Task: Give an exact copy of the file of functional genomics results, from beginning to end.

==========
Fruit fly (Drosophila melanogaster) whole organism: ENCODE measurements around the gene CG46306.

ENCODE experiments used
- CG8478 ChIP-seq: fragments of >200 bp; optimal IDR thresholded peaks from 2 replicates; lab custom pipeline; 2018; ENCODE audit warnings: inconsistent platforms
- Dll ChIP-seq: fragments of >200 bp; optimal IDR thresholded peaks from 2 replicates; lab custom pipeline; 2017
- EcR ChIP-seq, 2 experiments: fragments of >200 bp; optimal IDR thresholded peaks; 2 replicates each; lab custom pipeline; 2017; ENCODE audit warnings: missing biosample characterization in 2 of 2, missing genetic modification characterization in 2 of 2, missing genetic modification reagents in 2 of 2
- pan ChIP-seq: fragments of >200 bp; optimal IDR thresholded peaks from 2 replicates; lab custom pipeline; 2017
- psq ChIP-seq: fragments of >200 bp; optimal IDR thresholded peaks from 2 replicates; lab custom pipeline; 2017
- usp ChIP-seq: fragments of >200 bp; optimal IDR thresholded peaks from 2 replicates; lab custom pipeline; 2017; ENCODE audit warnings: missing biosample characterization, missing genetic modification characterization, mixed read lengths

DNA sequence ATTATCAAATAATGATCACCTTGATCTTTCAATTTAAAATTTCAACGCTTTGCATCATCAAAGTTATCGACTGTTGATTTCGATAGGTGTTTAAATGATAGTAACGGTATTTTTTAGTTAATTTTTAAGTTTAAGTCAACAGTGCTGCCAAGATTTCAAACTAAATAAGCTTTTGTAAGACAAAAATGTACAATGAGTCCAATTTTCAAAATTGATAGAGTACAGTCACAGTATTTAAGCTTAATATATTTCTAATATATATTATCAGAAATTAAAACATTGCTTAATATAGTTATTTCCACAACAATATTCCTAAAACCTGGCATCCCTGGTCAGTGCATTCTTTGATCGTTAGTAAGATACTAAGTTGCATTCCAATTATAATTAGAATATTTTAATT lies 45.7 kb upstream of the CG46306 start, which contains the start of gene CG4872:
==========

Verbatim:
Fruit fly (Drosophila melanogaster) whole organism: ENCODE measurements around the gene CG46306.

ENCODE experiments used
- CG8478 ChIP-seq: fragments of >200 bp; optimal IDR thresholded peaks from 2 replicates; lab custom pipeline; 2018; ENCODE audit warnings: inconsistent platforms
- Dll ChIP-seq: fragments of >200 bp; optimal IDR thresholded peaks from 2 replicates; lab custom pipeline; 2017
- EcR ChIP-seq, 2 experiments: fragments of >200 bp; optimal IDR thresholded peaks; 2 replicates each; lab custom pipeline; 2017; ENCODE audit warnings: missing biosample characterization in 2 of 2, missing genetic modification characterization in 2 of 2, missing genetic modification reagents in 2 of 2
- pan ChIP-seq: fragments of >200 bp; optimal IDR thresholded peaks from 2 replicates; lab custom pipeline; 2017
- psq ChIP-seq: fragments of >200 bp; optimal IDR thresholded peaks from 2 replicates; lab custom pipeline; 2017
- usp ChIP-seq: fragments of >200 bp; optimal IDR thresholded peaks from 2 replicates; lab custom pipeline; 2017; ENCODE audit warnings: missing biosample characterization, missing genetic modification characterization, mixed read lengths

DNA sequence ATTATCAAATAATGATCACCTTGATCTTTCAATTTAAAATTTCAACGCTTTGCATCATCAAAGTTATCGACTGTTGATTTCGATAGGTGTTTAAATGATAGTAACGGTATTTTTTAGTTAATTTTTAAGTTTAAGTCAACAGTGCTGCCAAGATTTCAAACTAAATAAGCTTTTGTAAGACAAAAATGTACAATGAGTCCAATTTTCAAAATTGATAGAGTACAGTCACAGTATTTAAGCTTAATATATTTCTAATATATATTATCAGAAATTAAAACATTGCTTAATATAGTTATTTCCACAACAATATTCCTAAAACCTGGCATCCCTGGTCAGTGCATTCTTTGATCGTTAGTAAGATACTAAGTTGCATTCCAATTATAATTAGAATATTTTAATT lies 45.7 kb upstream of the CG46306 start, which contains the start of gene CG4872: